Helping to drive organizational transformation appears to be the underlying theme of this year's Jenkins World conference in San Francisco, with the new trend being the apparent need to share strategies on effective Jenkins and Docker integration. Of course, Docker is new, while Jenkins and concepts like continuous integration and continuous deployment are becoming commonplace. Jenkins itself has become almost standard, as the process of running a test suite, packaging code and automating application deployment is now common in any moderately progressive development shop. But going beyond simple Jenkins implementation and actually transforming the way an organization works is something completely different, and it's a process with which many organizations are grappling.
This cultural transformation comes in many permutations. For some, it's the process of integrating more cloud-based technologies. For companies chasing container-based technology, the permutation might be the challenges surrounding Docker and Jenkins integration, while other organizations are challenging themselves by embarking upon a full-scale DevOps immersion, along with all of the culture clashes that go with it. At Jenkins World 2016, CloudBees CEO Sacha Labourey hopes the big takeaway for attendees will be enhanced insights on how to make their transformations successful -- from learning how to get started to thinking up innovative ways to initiate change.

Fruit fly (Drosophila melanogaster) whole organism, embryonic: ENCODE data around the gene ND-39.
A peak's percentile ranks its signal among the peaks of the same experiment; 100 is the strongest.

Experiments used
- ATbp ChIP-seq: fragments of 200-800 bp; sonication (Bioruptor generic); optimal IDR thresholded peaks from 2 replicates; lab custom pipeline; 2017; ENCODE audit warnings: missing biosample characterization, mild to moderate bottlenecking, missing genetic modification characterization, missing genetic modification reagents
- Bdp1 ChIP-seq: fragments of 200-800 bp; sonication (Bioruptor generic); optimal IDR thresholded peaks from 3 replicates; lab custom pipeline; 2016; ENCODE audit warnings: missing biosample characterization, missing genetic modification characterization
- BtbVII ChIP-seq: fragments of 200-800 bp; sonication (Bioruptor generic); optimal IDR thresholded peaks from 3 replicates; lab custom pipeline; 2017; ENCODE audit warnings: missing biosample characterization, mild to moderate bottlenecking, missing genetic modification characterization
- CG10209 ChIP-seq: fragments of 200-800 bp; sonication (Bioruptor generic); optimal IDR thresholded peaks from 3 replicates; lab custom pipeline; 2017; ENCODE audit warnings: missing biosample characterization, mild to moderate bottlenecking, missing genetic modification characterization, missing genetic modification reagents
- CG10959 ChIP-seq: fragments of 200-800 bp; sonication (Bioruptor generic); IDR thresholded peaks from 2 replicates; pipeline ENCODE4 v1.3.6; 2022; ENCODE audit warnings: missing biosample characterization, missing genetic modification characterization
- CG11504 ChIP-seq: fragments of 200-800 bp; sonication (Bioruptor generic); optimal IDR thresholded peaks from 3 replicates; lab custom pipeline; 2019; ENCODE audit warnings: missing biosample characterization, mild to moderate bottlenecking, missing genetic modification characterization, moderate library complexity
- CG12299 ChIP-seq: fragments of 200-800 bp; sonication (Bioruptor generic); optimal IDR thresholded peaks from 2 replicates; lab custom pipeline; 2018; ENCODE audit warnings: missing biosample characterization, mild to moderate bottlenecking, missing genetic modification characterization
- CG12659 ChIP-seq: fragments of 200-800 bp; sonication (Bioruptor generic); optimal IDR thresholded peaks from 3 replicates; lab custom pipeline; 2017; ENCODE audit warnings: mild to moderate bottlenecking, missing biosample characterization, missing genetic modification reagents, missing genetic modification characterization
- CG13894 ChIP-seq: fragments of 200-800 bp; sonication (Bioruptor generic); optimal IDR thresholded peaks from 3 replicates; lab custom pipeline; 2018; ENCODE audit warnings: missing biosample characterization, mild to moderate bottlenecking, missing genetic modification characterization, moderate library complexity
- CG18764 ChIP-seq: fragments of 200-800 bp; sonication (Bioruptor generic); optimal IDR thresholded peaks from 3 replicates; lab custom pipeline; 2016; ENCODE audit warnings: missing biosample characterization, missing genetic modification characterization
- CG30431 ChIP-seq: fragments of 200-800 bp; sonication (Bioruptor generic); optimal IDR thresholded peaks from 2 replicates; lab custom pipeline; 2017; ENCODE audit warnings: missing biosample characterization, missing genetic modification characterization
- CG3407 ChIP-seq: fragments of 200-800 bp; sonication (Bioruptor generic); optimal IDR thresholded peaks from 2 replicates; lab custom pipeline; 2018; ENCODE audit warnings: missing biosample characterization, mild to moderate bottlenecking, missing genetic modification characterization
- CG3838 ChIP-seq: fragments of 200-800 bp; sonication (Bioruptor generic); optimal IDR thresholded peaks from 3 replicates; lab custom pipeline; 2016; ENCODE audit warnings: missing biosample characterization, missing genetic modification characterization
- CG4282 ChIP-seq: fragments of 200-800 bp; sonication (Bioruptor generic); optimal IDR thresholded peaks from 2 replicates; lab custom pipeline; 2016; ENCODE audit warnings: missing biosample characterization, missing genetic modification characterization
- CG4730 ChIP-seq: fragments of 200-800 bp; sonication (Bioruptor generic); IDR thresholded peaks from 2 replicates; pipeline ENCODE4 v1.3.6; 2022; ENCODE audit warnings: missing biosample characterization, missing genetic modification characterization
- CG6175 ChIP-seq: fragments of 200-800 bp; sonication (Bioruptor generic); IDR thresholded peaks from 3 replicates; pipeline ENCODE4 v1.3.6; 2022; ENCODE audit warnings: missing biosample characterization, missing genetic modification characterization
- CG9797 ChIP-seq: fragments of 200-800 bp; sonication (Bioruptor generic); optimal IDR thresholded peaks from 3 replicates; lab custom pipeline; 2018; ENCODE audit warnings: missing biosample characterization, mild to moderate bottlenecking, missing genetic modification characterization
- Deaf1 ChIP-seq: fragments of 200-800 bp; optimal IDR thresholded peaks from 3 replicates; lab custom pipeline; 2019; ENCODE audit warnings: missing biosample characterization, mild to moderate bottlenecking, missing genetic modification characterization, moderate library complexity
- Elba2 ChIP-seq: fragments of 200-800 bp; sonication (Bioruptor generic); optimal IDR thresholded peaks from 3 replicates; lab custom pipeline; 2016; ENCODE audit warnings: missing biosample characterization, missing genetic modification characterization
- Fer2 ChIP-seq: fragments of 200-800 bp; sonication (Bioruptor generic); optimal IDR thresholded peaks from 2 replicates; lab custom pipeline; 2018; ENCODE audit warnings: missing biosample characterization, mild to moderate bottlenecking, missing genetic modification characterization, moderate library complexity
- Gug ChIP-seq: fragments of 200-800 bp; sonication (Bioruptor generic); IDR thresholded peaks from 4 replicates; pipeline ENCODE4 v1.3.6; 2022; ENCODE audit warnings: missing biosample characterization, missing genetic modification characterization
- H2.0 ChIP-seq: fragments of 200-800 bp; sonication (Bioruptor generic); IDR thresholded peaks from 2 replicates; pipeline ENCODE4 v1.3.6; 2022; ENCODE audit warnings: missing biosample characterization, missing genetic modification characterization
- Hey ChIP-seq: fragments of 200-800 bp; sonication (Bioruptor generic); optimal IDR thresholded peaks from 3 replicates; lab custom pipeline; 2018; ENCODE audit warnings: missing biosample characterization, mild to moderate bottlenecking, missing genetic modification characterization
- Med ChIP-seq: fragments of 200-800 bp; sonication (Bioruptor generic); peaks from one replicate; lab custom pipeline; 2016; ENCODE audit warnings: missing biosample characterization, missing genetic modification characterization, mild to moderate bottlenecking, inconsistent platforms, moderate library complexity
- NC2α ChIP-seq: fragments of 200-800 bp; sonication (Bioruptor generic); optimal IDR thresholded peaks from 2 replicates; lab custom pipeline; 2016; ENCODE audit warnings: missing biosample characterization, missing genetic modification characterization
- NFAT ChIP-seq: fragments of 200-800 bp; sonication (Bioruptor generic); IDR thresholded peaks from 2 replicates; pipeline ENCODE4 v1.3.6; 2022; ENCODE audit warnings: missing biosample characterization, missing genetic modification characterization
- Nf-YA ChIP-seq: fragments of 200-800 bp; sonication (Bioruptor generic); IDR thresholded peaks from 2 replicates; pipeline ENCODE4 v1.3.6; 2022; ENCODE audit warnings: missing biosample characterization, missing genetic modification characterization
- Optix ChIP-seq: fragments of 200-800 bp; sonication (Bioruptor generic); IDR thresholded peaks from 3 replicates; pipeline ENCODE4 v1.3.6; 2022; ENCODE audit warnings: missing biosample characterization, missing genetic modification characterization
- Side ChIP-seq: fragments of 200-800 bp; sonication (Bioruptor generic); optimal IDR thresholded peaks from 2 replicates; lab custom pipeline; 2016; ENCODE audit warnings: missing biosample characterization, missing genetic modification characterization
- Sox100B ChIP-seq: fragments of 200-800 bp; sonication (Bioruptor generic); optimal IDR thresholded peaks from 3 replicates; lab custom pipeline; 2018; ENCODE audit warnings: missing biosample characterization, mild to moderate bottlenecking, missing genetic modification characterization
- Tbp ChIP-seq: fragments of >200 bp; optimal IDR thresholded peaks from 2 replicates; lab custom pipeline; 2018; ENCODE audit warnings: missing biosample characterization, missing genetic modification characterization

Strategies for Jenkins and Docker integration
Of course, strategies for adopting cloud-based software-as-a-service and platform-as-a-service technologies, or guidance on how to integrate DevOps-based practices within an organization are all topics that have garnered a significant amount of attention over the past few years, resulting in a wealth of case studies and written material. The new frontier in the world of continuous integration and Jenkins deployments is the use of software containers, like Docker, and container orchestration tools, such as Kubernetes and Swarm. Jenkins and Docker integration is the new frontier in the world of continuous integration.
In the most simple of terms, containerization is a new form of virtualization, and organizations have been doing continuous integration in virtualized environments for years, so one wouldn't think the leap to container-based DevOps would be much of a problem -- but it can be. From self-destructive nesting of containers within containers to the struggle to deploy into Docker Swarm, or even the deployment of the distributed containers themselves, Jenkins and Docker integration can end up complicating matters, as opposed to simplifying them.
According to Labourey, the keys with container-based DevOps are education, insights and best practices. "What is missing is guidance and best practices," Labourey said, something the organizers of the Jenkins World conference hope will be addressed through Birds of a Feather sessions, workshops and sessions, such as Continuously Deploying Containers with Jenkins and Thinking Inside the Container: A Continuous Delivery Story.
To learn more about DevOps, containers, Jenkins World and CI, along with Labourey's insights on how best to do DevOps with CloudBees, Jenkins and container-based deployments, download the accompanying podcast.
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